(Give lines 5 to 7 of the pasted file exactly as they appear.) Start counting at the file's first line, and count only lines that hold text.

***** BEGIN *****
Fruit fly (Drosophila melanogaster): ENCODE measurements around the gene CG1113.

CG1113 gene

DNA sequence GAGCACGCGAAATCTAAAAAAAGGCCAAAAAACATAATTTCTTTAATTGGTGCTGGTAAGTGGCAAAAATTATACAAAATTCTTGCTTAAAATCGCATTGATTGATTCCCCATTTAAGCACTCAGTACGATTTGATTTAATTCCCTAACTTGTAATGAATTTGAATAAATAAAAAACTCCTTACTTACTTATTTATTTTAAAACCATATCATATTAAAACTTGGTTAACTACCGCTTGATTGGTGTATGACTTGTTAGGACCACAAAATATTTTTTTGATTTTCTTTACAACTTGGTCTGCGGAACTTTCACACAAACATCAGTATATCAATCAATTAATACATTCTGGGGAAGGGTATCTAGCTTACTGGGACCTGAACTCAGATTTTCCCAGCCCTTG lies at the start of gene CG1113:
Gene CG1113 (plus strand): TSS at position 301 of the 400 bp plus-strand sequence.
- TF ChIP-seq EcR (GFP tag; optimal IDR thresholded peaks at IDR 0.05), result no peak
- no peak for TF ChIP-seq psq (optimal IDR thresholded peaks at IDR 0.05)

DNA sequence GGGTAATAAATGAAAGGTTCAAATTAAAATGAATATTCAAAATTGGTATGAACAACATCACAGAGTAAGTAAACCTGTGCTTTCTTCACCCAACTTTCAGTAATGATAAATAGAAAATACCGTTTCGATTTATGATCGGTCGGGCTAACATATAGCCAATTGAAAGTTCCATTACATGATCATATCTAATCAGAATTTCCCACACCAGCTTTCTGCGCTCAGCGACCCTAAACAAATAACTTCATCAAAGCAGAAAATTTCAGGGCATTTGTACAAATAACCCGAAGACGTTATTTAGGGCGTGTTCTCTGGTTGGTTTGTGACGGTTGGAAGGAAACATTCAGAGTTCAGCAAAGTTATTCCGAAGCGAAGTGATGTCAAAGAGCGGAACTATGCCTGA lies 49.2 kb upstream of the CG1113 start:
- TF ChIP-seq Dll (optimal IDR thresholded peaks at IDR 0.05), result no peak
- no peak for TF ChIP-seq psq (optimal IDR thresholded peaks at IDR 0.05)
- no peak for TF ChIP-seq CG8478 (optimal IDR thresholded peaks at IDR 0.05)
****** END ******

- TF ChIP-seq EcR (GFP tag; optimal IDR thresholded peaks at IDR 0.05), result no peak
- no peak for TF ChIP-seq psq (optimal IDR thresholded peaks at IDR 0.05)

DNA sequence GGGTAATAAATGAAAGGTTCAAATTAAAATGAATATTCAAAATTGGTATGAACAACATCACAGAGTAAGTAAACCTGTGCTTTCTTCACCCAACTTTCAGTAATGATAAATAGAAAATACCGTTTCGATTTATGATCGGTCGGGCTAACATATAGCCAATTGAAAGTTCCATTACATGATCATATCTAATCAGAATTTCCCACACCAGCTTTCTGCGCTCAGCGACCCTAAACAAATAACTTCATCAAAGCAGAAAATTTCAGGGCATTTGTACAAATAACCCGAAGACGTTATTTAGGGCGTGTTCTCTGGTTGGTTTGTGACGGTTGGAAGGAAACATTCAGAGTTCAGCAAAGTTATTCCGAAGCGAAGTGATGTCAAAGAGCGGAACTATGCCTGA lies 49.2 kb upstream of the CG1113 start: